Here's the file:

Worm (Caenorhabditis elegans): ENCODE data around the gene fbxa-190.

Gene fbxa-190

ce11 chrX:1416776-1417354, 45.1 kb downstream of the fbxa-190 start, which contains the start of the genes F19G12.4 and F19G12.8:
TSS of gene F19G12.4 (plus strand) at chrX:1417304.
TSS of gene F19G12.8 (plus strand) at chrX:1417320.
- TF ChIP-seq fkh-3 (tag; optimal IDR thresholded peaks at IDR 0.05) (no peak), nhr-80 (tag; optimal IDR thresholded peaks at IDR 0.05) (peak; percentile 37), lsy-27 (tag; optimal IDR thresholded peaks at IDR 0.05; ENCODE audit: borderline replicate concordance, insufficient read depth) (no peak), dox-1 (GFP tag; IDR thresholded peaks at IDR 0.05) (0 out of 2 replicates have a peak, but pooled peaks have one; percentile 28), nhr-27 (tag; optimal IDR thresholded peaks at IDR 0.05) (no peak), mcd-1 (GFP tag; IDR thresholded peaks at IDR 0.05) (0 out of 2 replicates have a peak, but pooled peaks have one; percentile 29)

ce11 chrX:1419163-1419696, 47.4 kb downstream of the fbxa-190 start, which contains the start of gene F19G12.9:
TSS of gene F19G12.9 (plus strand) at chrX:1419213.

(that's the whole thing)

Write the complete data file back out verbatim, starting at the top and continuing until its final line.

Worm (Caenorhabditis elegans): ENCODE data around the gene fbxa-190.

Gene fbxa-190

ce11 chrX:1416776-1417354, 45.1 kb downstream of the fbxa-190 start, which contains the start of the genes F19G12.4 and F19G12.8:
TSS of gene F19G12.4 (plus strand) at chrX:1417304.
TSS of gene F19G12.8 (plus strand) at chrX:1417320.
- TF ChIP-seq fkh-3 (tag; optimal IDR thresholded peaks at IDR 0.05) (no peak), nhr-80 (tag; optimal IDR thresholded peaks at IDR 0.05) (peak; percentile 37), lsy-27 (tag; optimal IDR thresholded peaks at IDR 0.05; ENCODE audit: borderline replicate concordance, insufficient read depth) (no peak), dox-1 (GFP tag; IDR thresholded peaks at IDR 0.05) (0 out of 2 replicates have a peak, but pooled peaks have one; percentile 28), nhr-27 (tag; optimal IDR thresholded peaks at IDR 0.05) (no peak), mcd-1 (GFP tag; IDR thresholded peaks at IDR 0.05) (0 out of 2 replicates have a peak, but pooled peaks have one; percentile 29)

ce11 chrX:1419163-1419696, 47.4 kb downstream of the fbxa-190 start, which contains the start of gene F19G12.9:
TSS of gene F19G12.9 (plus strand) at chrX:1419213.